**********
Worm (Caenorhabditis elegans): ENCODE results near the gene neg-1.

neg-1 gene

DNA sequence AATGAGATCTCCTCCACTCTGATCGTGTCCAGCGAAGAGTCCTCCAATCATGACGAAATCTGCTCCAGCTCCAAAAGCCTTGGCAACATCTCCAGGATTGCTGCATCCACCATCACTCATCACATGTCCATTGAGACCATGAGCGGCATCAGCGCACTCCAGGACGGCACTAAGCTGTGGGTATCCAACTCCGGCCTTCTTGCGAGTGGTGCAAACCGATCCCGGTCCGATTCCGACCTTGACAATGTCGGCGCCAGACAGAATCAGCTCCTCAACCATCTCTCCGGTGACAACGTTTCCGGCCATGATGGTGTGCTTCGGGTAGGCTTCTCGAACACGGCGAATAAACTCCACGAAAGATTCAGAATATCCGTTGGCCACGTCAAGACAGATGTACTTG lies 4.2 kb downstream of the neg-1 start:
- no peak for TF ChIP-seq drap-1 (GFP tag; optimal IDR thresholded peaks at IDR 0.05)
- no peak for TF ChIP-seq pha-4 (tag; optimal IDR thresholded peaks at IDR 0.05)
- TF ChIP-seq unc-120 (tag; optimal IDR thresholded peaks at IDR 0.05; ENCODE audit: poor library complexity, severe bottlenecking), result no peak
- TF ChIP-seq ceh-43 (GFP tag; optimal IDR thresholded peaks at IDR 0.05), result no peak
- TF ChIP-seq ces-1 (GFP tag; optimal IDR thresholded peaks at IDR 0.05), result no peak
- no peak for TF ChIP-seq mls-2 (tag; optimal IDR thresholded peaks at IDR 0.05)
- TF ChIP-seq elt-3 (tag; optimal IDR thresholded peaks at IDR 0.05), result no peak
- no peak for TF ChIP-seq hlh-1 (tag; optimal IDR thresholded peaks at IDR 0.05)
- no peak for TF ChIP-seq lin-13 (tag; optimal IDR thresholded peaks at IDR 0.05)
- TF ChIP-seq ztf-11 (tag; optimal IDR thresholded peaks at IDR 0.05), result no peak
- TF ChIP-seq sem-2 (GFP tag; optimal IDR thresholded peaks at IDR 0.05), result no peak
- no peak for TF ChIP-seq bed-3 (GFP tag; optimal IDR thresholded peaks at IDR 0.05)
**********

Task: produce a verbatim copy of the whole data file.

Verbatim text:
Worm (Caenorhabditis elegans): ENCODE results near the gene neg-1.

neg-1 gene

DNA sequence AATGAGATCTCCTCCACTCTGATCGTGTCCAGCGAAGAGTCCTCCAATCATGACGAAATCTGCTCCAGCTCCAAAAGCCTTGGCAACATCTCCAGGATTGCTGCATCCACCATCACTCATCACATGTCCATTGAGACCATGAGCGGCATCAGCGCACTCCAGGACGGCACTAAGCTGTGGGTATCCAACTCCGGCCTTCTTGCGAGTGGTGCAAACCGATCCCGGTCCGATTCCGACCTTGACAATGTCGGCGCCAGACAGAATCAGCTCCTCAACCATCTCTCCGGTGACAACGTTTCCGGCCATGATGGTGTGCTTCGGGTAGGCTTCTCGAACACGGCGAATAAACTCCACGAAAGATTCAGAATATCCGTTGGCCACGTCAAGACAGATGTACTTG lies 4.2 kb downstream of the neg-1 start:
- no peak for TF ChIP-seq drap-1 (GFP tag; optimal IDR thresholded peaks at IDR 0.05)
- no peak for TF ChIP-seq pha-4 (tag; optimal IDR thresholded peaks at IDR 0.05)
- TF ChIP-seq unc-120 (tag; optimal IDR thresholded peaks at IDR 0.05; ENCODE audit: poor library complexity, severe bottlenecking), result no peak
- TF ChIP-seq ceh-43 (GFP tag; optimal IDR thresholded peaks at IDR 0.05), result no peak
- TF ChIP-seq ces-1 (GFP tag; optimal IDR thresholded peaks at IDR 0.05), result no peak
- no peak for TF ChIP-seq mls-2 (tag; optimal IDR thresholded peaks at IDR 0.05)
- TF ChIP-seq elt-3 (tag; optimal IDR thresholded peaks at IDR 0.05), result no peak
- no peak for TF ChIP-seq hlh-1 (tag; optimal IDR thresholded peaks at IDR 0.05)
- no peak for TF ChIP-seq lin-13 (tag; optimal IDR thresholded peaks at IDR 0.05)
- TF ChIP-seq ztf-11 (tag; optimal IDR thresholded peaks at IDR 0.05), result no peak
- TF ChIP-seq sem-2 (GFP tag; optimal IDR thresholded peaks at IDR 0.05), result no peak
- no peak for TF ChIP-seq bed-3 (GFP tag; optimal IDR thresholded peaks at IDR 0.05)